Haslam vetoes "Ag-Gag" bill

Haslam vetoes "Ag-Gag" bill

Posted:
"The easier we can make it for people to come forward and report, the more lives we can save," Assistant Executive Director for Horse Haven of Tennessee, Sonja Cowsert said. "The easier we can make it for people to come forward and report, the more lives we can save," Assistant Executive Director for Horse Haven of Tennessee, Sonja Cowsert said.
"I just felt like if there was something that could be done that could help alert authorities of the abuse in a quicker fashion then that would be a good thing," State Sen. Becky Duncan Massey (R) Knoxville said. "I just felt like if there was something that could be done that could help alert authorities of the abuse in a quicker fashion then that would be a good thing," State Sen. Becky Duncan Massey (R) Knoxville said.
The bill would require whistleblowers to turn over video evidence of animal cruelty to authorities within 48 hours of the crime or risk being charged with a crime themselves. The bill would require whistleblowers to turn over video evidence of animal cruelty to authorities within 48 hours of the crime or risk being charged with a crime themselves.

NASHVILLE (WATE) - Gov. Bill Haslam vetoed the so-called "Ag-Gag" bill on Monday, ending weeks of debate about videotaping animal cruelty.

The bill would require whistleblowers to turn over video evidence of animal cruelty to authorities within 48 hours of the crime or risk being charged with a crime themselves.

Animal protection groups have come out strong against the bill, even pulling in support from celebrities like Carrie Underwood and Priscilla Presley.

The groups said the bill would unfairly punish those trying to protect animals.

Opponents said it allows animal groups to release video years after the incidents occurred, unfairly harming agricultural industries.

Some groups argue that the law would have allowed animal abuse to be investigated as soon as it is uncovered, potentially saving other animals from abuse.

In his announcement on Monday, Haslam said his decision to veto the bill came after lengthy consideration. The governor said he had a number of concerns about the bill.

"First, the Attorney General says the law is constitutionally suspect," Gov. Haslam said.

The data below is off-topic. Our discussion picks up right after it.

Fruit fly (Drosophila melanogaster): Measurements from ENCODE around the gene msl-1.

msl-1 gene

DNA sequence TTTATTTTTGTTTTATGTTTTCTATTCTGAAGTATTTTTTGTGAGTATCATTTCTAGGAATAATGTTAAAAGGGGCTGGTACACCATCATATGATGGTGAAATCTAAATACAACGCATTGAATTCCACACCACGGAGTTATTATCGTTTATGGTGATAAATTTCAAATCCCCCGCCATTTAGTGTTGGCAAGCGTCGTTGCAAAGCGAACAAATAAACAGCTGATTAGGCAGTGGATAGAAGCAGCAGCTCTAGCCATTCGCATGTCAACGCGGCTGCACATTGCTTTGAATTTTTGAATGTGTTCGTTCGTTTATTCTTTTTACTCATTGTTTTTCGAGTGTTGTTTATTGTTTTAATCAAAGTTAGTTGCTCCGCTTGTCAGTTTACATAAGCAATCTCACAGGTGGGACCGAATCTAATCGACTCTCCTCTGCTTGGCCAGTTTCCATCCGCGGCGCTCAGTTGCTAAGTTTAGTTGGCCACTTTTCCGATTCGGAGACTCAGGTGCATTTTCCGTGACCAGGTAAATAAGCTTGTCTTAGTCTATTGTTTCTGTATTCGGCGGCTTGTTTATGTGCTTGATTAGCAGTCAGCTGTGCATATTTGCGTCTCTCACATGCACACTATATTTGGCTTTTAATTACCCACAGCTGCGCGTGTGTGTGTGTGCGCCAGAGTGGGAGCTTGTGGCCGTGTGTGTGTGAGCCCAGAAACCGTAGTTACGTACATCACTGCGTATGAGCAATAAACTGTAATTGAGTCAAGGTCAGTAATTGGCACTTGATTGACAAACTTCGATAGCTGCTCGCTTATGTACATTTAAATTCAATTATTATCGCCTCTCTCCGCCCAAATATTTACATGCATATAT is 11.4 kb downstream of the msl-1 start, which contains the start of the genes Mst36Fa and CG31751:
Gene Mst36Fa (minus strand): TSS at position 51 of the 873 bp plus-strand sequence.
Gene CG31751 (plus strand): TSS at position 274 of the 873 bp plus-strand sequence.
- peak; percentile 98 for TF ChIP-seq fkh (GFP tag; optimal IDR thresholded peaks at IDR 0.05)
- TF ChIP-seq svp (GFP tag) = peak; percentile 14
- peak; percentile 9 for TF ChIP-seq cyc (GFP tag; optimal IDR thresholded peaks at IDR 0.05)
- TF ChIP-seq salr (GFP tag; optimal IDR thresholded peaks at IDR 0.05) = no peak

Attorney General Bob Cooper said last week that he was concerned about the law because it could put an unconstitutional burden on newsgathering and could be held to violate a person's right against self-incrimination.

"Second, it appears to repeal parts of Tennessee's Shield Law without saying so. If that is the case, it should say so.  Third, there are concerns from some district attorneys that the act actually makes it more difficult to prosecute animal cruelty cases, which would be an unintended consequence," Haslam said in a news release.

"For these reasons, I am vetoing HB1191/SB1248, and I respectfully encourage the General Assembly to reconsider this issue," Haslam concluded.

"We're just thrilled," Assistant Executive Director for Horse Haven of Tennessee, Sonja Cowsert said. "The easier we can make it for people to come forward and report, the more lives we can save."

But lawmakers who voted in favor of the bill told 6 News they believed it would have helped law enforcement in animal cruelty investigations.

"I just felt like if there was something that could be done that could help alert authorities of the abuse in a quicker fashion then that would be a good thing," State Sen. Becky Duncan Massey (R) Knoxville said.

A spokesperson for Haslam's office, David Smith, told 6 News he received more than 5,100 phone calls about the bill with more than 4,800 of those calls opposing the bill.

Smith said Haslam's office also received 16,484 emails about the bill.

Powered by WorldNow

1306 N. Broadway NE Knoxville,
Tennessee 37917

Telephone: 865.637.NEWS(6397)
Fax: 865.525.4091
Email: newsroom@wate.com

Can’t find something?
Powered by WorldNow
All content © Copyright 2000 - 2014 Young Broadcasting of Knoxville, Inc. A Media General Company.